CLOSING NIGHT FILM: RAMEN SHOP

情牽拉麵茶

Directed by Eric Khoo

Cast: Beatrice Chien, Jeanette Aw, Mark Lee, Seiko Matsuda, Takumi Saito, Tsuyoshi Ihara

CLOSING NIGHT FILM

Official Selection, 2018 Berlin International Film Festival
Official Selection, 2018 San Sebastian Film Festival
Opening Night Film, 2018 Japan Cuts

“Follow your gut,” takes on new meaning in RAMEN SHOP, the latest emotionally transcendent film from Eric Khoo, one of Singapore’s most notable filmmakers. Masato (Takumi Saito, 13 Assassins) is haunted by soup, specifically his deceased mother’s bak kuh teh, a Singaporean pork rib “bone tea” originated by Chinese workers. By day, he works in Japan at a famed ramen shop for an emotionally distant father. By night, with a spice-sending blogger (J-pop star Seiko Matsuda) as accomplice, he endlessly tries and fails to conjure the indelible flavor of his memories. When his father dies, a hidden suitcase with his mother’s journal and a message for her son sends Masato flying to Singapore to study bak kuh teh at the source, where he discovers a hostile grandmother, forbidden love, and family rifts swimming in the broth.

Mixing photographs and romantic flashbacks, Khoo (Be With Me, SDAFF ‘06) delivers all the stomach-growling scenes we crave: fragrant broths, glistening hawker fare, and ivory fresh noodles. But RAMEN SHOP also serves the transpacific context particular to Singapore. The linguistic mutations of a polyglot mosh pit, where diaspora is in the pores and languages switch without batting an eyelash. An uncle’s almost-viral, verbal shorthand: “Meat must be doing, doing!” “Water must grruu, grruu!” A shouting match across a security door in different languages–neither person understanding each other, both of them in tears. Scenes familiar to many immigrants, where disconnection becomes painfully unintelligible, and new vocabulary is gleefully borne from ideas crashing without dictionary landings.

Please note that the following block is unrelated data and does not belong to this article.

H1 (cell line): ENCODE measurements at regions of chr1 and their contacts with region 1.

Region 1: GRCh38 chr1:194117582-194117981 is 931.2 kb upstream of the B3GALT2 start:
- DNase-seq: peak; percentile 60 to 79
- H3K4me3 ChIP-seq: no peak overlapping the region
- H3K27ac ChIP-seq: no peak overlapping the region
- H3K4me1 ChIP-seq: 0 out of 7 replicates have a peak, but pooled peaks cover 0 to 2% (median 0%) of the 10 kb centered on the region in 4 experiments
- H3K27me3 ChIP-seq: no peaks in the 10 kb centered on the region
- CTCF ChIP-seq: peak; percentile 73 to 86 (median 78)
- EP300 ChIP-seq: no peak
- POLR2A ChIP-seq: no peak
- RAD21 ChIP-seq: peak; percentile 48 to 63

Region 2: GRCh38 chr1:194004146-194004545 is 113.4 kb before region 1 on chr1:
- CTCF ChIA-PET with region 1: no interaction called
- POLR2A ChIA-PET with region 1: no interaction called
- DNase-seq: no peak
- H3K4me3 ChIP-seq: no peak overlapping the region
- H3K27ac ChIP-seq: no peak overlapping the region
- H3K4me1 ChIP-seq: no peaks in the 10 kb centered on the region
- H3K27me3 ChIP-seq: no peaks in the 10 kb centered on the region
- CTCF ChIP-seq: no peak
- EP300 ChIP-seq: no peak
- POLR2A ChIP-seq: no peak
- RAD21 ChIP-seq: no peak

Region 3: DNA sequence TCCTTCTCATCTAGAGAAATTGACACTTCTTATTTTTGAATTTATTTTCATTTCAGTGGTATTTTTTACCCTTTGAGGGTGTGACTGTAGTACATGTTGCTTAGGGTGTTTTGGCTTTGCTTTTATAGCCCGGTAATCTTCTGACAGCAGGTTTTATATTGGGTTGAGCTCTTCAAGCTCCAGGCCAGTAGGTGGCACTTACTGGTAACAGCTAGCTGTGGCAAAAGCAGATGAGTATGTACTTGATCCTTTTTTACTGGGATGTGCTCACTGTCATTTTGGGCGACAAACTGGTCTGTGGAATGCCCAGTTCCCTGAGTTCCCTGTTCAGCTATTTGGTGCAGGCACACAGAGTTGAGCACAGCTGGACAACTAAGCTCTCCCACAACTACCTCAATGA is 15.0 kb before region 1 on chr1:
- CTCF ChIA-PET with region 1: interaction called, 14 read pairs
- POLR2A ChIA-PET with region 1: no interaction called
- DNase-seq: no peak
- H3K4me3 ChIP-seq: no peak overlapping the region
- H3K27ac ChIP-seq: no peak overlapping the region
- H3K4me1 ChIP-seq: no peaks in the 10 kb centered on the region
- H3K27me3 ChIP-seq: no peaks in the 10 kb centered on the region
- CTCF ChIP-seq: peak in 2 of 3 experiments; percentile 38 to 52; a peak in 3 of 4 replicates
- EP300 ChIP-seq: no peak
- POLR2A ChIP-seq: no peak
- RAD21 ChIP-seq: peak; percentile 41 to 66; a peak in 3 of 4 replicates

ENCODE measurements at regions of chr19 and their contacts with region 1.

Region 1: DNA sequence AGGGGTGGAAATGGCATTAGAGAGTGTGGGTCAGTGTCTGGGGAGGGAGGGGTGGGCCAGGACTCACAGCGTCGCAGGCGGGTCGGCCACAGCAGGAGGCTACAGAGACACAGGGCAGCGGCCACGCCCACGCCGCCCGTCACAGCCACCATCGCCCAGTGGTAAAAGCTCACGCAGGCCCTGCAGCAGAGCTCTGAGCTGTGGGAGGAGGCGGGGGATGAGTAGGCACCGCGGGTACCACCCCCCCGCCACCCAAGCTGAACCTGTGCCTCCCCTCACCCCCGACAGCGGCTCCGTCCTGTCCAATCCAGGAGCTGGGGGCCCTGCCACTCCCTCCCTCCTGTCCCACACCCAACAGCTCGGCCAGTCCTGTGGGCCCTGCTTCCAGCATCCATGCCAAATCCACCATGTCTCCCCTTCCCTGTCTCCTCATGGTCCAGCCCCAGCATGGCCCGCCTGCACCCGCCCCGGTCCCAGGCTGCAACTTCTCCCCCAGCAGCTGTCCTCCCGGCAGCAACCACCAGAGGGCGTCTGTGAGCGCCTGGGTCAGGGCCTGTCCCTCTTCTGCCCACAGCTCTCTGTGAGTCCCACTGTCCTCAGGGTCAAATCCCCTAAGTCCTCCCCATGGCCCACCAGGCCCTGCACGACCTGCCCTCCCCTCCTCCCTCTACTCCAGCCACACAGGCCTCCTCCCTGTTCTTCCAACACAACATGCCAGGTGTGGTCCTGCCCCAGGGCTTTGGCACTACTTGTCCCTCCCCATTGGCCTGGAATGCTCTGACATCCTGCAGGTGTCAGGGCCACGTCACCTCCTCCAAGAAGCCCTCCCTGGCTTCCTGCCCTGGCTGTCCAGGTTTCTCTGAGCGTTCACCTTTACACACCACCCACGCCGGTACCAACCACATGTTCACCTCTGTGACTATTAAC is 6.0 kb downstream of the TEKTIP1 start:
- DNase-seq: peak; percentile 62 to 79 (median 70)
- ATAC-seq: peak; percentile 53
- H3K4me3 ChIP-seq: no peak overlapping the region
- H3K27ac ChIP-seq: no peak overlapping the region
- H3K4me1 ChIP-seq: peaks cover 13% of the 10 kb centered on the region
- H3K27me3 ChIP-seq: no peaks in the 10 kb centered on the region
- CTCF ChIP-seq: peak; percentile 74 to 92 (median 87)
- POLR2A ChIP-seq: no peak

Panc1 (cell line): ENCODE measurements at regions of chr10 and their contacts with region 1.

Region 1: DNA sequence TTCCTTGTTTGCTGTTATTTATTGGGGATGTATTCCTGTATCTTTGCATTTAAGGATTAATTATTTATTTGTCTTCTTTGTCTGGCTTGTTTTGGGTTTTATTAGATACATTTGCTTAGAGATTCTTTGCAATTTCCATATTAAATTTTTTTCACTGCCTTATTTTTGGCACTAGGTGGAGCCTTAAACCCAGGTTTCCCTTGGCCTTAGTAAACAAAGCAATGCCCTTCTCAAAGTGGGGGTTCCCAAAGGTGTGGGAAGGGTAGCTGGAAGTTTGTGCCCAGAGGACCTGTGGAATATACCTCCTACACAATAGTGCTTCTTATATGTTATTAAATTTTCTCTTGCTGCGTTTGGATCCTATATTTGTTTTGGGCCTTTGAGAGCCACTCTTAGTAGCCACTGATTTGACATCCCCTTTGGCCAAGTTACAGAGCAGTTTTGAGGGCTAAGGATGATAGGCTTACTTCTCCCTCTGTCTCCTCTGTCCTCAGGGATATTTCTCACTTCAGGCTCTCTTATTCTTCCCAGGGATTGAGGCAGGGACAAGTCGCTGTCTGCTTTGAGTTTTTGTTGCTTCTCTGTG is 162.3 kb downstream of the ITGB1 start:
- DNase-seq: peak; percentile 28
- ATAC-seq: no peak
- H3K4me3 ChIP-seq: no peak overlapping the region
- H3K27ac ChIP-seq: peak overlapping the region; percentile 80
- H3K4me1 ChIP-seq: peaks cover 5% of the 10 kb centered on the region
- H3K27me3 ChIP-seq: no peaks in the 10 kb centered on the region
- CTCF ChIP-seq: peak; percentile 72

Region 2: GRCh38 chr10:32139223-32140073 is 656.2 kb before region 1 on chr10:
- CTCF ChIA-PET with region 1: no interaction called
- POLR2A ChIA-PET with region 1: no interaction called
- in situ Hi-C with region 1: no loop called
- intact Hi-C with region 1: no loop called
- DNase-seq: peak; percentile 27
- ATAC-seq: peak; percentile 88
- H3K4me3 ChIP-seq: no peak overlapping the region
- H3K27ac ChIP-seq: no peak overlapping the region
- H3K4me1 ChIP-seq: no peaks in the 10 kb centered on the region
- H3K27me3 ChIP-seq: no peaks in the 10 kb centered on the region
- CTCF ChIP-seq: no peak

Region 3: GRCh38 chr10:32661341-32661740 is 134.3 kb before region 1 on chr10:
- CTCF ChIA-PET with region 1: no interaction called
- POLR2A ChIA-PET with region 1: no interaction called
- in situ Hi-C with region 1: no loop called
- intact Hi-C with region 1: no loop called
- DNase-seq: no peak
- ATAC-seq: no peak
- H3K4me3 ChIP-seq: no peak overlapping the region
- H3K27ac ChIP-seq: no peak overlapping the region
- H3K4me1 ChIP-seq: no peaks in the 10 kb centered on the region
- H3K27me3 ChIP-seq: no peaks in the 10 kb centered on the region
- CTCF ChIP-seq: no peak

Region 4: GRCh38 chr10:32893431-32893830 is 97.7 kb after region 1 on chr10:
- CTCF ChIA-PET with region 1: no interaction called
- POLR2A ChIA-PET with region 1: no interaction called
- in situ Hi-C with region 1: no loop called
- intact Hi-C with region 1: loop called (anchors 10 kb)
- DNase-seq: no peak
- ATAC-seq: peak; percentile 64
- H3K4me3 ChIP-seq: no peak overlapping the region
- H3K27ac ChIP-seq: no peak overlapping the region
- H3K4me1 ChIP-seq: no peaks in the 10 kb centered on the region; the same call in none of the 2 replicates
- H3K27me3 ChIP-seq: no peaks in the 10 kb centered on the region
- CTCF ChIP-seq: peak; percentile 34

A film dedicated to 50 years of Japan-Singapore diplomatic relations, RAMEN SHOP is ultimately a tender story of family healing without shying away from the political histories tremoring within Singapore’s multi-ethnic fabric. With two iconic dishes, one iconic director, and an ensemble of star performancesRAMEN SHOP’s bowl of soup turns into restorative time machine, bringing reconciliation between the living and the dead and deliciously unimagined possibilities for the future.

– Christina Ree

Admission includes a special post-screening reception.

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